Archive for February, 2007

Katie’s charity room raises £3,338

Tuesday, February 27th, 2007

“Since Casino Bingo UK News partner site Foxy Bingo launched Katie Price’s Charity Room, players have helped to raise £3,338.98.

The online bingo site created the room when Katie – also known as Jordan – became the face of the firm’s latest advertising campaign, with 50 per cent of each bingo card purchased split between Vision Charity and the Disability Foundation.

Both charities, which receive donations from the site between 8pm and 10pm every Monday, have provided support to Katie and her four-year-old son Harvey.

“I am a patron of the Vision Charity and its something I’m really proud of,” she remarked.

“They helped me so much with Harvey and it’s nice for me to give something back.”

The Disability Foundation also provides support for disabled people and their families and carers, she added.

Katie and her husband Peter Andre recently met the Queen at the official opening of the Richard Desmond Children’s Eye Hospital in London, the Daily Express reports.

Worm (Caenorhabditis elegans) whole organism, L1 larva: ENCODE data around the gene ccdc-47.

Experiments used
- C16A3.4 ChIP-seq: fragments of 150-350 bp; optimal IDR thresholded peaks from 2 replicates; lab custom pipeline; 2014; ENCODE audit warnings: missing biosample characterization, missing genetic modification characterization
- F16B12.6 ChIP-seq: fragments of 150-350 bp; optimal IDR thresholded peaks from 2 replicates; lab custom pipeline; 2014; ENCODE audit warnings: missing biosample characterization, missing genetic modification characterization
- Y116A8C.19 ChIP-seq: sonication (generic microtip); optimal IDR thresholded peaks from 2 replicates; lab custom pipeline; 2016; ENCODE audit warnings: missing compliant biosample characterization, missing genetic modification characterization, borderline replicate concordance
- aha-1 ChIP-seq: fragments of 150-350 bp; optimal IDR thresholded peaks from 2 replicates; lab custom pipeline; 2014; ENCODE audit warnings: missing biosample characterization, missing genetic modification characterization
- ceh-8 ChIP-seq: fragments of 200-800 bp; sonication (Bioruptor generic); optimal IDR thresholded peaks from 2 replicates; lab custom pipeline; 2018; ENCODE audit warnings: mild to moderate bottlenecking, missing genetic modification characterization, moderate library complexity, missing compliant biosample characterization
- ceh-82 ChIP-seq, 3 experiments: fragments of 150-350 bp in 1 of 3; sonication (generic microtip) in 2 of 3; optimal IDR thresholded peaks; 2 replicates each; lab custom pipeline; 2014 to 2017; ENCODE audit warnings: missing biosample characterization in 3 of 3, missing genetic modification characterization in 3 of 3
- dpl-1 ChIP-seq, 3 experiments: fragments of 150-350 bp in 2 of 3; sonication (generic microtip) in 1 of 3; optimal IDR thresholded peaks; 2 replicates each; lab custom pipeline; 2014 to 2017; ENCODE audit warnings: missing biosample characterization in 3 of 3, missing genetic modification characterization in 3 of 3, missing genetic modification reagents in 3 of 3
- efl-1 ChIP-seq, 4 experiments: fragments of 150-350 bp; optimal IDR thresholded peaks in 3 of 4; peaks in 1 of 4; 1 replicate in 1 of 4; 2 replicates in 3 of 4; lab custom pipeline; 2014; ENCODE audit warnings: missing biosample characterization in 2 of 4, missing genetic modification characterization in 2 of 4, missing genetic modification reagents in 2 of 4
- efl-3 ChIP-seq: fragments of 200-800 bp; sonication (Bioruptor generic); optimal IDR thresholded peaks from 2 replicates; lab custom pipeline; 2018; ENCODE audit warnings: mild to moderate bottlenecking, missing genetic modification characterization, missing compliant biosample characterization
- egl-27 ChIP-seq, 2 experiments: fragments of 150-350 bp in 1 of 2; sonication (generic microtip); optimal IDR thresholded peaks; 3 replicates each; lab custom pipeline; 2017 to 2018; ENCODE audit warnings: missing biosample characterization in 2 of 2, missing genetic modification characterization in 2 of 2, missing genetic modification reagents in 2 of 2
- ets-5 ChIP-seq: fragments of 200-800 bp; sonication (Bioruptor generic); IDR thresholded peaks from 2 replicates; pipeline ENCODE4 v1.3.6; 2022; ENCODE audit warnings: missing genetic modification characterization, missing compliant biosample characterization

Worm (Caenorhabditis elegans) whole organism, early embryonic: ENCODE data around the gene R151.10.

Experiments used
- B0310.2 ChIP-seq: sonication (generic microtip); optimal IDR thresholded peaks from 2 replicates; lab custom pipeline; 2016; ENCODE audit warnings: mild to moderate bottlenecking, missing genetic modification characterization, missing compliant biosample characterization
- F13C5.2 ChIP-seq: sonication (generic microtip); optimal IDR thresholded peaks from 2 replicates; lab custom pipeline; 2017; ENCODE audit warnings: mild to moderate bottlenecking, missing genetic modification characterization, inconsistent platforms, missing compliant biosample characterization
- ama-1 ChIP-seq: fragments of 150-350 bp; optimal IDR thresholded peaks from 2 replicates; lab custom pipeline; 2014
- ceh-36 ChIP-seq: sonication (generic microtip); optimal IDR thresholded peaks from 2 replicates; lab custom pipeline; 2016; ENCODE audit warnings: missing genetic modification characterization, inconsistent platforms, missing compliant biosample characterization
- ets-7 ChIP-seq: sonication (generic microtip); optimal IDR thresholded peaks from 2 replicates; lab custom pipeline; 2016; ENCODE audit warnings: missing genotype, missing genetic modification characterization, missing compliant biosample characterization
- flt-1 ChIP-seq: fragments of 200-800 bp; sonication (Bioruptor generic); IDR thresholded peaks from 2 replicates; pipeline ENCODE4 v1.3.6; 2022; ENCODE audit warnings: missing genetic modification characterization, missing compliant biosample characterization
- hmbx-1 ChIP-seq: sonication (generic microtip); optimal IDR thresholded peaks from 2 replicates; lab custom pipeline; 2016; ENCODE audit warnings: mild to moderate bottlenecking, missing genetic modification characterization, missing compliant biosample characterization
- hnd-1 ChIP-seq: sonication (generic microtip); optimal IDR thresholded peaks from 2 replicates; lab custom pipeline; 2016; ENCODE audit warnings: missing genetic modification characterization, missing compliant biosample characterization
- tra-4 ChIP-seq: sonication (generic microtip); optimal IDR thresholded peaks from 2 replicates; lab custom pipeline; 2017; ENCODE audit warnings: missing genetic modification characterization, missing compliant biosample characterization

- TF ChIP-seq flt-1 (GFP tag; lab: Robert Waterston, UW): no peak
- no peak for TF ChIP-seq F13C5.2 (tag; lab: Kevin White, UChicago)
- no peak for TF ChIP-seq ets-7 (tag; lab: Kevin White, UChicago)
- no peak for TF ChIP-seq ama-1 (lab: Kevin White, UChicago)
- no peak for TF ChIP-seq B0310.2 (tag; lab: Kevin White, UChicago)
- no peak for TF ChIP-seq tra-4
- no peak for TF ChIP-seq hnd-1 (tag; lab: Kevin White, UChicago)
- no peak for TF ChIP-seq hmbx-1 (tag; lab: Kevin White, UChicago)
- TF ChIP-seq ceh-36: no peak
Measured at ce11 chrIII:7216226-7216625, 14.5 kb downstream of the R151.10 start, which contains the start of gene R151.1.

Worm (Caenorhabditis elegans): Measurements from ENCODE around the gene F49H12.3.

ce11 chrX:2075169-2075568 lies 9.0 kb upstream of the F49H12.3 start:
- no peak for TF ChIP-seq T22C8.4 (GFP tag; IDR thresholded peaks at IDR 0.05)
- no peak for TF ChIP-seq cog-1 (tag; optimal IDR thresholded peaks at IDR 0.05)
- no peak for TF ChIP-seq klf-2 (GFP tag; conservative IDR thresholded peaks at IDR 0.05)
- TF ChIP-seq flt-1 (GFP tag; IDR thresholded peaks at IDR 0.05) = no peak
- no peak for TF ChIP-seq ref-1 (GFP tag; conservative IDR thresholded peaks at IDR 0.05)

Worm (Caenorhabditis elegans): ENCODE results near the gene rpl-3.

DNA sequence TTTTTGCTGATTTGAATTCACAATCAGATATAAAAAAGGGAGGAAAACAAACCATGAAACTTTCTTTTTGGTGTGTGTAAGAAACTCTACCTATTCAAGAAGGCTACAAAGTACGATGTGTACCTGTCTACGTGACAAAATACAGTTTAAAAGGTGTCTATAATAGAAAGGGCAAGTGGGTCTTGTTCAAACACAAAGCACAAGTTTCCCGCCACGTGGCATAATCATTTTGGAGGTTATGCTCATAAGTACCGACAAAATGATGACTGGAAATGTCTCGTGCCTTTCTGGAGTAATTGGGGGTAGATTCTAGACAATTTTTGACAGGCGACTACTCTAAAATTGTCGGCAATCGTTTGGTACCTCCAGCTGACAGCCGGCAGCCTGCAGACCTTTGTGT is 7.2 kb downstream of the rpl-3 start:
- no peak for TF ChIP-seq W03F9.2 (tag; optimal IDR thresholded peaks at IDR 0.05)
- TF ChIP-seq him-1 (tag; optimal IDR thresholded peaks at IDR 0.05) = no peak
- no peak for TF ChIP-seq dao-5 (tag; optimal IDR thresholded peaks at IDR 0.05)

The model explained how her son had received the latest treatment and how his sight has improved as a result.

Related Bingo linksOnline Bingo in Britain / BingoLiner /

WSOP Europe Launches This Fall

Tuesday, February 27th, 2007


Poker Events will Take Place at Harrah’s London Club International Casinos

The World Series of Poker is about to cross the Atlantic.

Starting this fall, WSOP Europe events will be held at London Club International (LCI) casinos throughout the U.K. So far, three events during one poker series have been scheduled, but more are on the way.

WOSP Commissioner Jeffrey Pollack said as soon as he heard Harrah’s was able to buy LCI, the gears started rolling on how to bring the WSOP brand to Europe. LCI owns 11 casinos. Eight of them are located in the U.K.

“We’re very excited about this. We think it’s going to be good to grow the WSOP business. We’re going to do this with a style and a flair that will be unique,” Pollack says.

With the European Poker Tour, the Irish Open, and many other major events taking place nearly weekly in Europe, Pollack says: “We recognize that we’re very late to the game in Europe,” but he believes that his WSOP Europe team — and the fact that the WSOP bracelet is the most recognizable piece of poker hardware out there — will allow them to quickly catch up.

“We’re the only poker brand in the world that has the WSOP bracelet,” Pollack says.